Tag Archives: Olympics

Olympic Uniforms, 2014

Photo copyright Ralph Lauren Media LLC

You’ve got to hand it to him.  Ralph Lauren did exactly as he promised and followed through with his pledge to have the Team USA ceremonial Olympic uniforms made entirely in the USA.  Not only were they made here, but all the materials were sourced domestically as well.  It was not an easy task, but earlier this week the results were unveiled.

The media focus seems to be entirely on one piece – the schoolteacher Christmas sweater gone wild as seen above.  I mean really, was Lauren just trying to get even with all the complainers of 2012?  “They want Made in the USA?  I’ll give them Made in the USA they’ll never forget!”  could possibly have been his thought process.

Photo copyright Ralph Lauren Media LLC

But once he got that out of his system, the design team came up with some really great looking sportswear.  I think the pea coat is really sharp.  Yes, it does have the Polo Logo prominently displayed, but even that is toned down from the past few Olympics.  Could it be that Ralph Lauren actually listens to his critics?

Photo copyright Ralph Lauren Media LLC

As bad as the cardigan is, this sweater is really great.  It says all it needs to say:  winter sports, Olympics, Team USA.  And there is a similar one with reindeer on the front, and this design on the back.

You can see (and buy) most of the collection at RalphLauren.com.  The stuff is not cheap.  The pea coat is $795.  Unfortunately, you can’t buy the tacky patchwork sweater as it is sold out.  Things are selling quickly, so act fast!

Polo does not make the active apparel for competition.  Each sports contracts with a manufacturer to develop and make their clothing.

Photo copyright Burton Snowboards

This, believe it or not, is the gear for the USA snowboarding team.  It was made by snowboarding company Burton.  The backstory of the parka design is interesting, and is worth reading.  It is based on an actual antique patchwork quilt, reinterpreted in high-tech performance fabrics.   It seems a bit understated for snowboarders, but I do think it is a great adaptation of an antique textile design.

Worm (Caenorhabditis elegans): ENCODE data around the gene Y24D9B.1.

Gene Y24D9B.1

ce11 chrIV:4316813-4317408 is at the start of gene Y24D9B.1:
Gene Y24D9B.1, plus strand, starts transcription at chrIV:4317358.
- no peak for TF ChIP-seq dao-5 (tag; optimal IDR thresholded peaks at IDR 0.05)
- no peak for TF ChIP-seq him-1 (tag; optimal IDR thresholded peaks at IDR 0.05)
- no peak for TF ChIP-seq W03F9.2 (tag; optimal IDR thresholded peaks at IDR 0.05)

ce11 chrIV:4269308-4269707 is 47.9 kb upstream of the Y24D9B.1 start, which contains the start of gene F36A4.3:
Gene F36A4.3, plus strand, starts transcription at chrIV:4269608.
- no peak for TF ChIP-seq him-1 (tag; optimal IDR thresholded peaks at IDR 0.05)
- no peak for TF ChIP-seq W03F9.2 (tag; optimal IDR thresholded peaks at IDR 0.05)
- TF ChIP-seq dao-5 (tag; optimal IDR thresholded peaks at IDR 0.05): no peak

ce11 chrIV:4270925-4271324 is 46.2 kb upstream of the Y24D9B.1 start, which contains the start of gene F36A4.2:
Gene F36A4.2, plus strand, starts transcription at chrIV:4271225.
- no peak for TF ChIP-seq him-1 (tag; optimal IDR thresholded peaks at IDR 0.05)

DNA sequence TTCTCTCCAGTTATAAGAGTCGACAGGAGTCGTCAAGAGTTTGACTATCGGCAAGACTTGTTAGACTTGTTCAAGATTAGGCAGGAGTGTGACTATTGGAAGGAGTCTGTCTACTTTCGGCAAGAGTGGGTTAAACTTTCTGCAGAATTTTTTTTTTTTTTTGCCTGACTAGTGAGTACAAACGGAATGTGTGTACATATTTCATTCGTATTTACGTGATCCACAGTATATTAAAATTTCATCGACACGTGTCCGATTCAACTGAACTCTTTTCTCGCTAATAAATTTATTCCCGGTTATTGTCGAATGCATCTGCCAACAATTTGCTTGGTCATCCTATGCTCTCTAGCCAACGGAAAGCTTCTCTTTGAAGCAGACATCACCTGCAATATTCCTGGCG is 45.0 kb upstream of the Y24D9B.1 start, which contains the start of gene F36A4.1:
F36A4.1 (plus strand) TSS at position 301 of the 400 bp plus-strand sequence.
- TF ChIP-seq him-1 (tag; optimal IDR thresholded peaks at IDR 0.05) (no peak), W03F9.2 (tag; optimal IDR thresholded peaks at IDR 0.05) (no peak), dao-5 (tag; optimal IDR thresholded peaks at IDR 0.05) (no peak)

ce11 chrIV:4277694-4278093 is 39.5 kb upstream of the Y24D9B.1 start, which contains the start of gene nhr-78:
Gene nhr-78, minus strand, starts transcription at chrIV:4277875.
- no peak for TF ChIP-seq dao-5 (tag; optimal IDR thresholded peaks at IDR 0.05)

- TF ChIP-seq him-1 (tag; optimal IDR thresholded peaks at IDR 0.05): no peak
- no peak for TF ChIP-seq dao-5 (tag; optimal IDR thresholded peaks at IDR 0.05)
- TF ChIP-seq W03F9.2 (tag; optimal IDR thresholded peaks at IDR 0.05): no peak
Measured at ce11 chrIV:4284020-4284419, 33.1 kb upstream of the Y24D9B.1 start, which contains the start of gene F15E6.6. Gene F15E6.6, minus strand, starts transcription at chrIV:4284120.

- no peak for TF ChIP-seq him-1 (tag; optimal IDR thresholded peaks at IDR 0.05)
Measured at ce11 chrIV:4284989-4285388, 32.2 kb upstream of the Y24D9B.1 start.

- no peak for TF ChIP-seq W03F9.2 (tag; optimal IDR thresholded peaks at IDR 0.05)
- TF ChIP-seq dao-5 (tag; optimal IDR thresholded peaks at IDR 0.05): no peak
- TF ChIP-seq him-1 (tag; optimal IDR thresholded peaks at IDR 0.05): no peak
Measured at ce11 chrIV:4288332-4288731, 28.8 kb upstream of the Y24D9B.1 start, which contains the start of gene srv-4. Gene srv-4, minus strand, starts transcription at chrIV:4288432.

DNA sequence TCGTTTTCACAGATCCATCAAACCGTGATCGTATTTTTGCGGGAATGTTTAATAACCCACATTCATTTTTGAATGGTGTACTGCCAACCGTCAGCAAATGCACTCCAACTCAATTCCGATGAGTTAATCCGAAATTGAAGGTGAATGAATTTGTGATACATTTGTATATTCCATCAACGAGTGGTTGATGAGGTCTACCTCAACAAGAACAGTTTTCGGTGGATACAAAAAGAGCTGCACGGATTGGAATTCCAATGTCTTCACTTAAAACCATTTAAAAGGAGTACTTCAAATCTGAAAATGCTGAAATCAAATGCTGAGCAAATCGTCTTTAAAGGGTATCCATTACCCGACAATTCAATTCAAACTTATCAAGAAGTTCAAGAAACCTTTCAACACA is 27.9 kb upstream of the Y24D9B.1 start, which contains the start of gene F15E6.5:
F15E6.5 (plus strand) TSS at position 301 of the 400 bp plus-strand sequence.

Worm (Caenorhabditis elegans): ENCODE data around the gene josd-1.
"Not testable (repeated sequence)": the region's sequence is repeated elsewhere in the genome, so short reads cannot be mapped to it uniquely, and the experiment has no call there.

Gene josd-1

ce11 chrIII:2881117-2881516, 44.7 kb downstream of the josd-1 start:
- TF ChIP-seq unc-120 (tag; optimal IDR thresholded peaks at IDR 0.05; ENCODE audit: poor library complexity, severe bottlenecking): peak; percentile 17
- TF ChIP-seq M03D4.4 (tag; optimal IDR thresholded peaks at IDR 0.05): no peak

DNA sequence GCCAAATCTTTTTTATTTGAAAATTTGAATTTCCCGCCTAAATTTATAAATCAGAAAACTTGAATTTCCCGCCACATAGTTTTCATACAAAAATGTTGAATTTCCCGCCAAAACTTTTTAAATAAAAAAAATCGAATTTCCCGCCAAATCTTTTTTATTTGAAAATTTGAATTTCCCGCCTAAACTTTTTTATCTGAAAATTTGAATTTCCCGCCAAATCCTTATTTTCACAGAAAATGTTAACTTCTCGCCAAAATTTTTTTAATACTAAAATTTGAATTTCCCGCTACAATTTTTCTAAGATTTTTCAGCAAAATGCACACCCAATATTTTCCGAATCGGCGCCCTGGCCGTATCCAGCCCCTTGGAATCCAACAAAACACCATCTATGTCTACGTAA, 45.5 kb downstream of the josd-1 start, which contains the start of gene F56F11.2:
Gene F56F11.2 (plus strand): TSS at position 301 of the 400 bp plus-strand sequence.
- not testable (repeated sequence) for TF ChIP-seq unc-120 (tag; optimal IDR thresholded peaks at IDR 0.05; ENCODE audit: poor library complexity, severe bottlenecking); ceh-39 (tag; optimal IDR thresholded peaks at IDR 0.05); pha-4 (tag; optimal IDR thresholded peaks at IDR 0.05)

Fashion Magazine did a feature on their favorite Olympic uniforms from around the world.  There is a slideshow, so click through to see if you agree with their favorites.  Personally, I love the Polish team’s look.  Really.

I also liked Canada’s uniforms, which were made by the Hudson’s Bay Company.  The red duffle coat is nice and is for sale on their website.  Unlike Polo, they outsourced their uniforms, and consequently they are half the price of the Polo ones.  They do, to my eye, look cheaper.

Photo copyright Sports Illustrated

And speaking of duffles, here is a Sports Illustrated cover from 1956, showing figure skaters Hayes Jenkins and Tenley Albright in their official USA Olympic coats.   An old episode of Pawn Stars was on yesterday in which a woman took into the pawn shop an identical coat.  It had an official Olympic Committee label inside, and the patch.  They paid her $850 for it.  (She found it in a thrift store for $15.)


Filed under Made in the USA, Sportswear, Viewpoint

Winter, 1910

Yes, it is winter, even here in the South.  We had snow on Thursday and flurries again today, so I’m in the mood for something warm and fashionable.  This sheet music cover from 1910 fits the bill quite nicely!

By 1910, women were getting into sports in a very big way, but for the most part they were still expected to wear long skirts while participating.  I can’t help but think how many ripped hems, not to mention twisted ankles, resulted.

The first woman to compete in the Ice Skating World Championship was Great Britain’s Madge Syers, who in 1902 entered the competition against men.  There was no mention of gender in the rulebook, but that was due to the fact that women had never competed in such events, and it just did not occur to the judges that a woman might enter.  She came in second, but after the contest, women were barred.   The committee stated that it was unsafe for women to compete due to the long skirts.

Three years later women got their own World Championship competition, an event won by Ms. Syers for the first tw years.  And in 1908 she won the first women’s figure skating gold metal, and at age 27, she remains the oldest winner of the gold in Olympic history.

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Filed under Proper Clothing, Winter Sports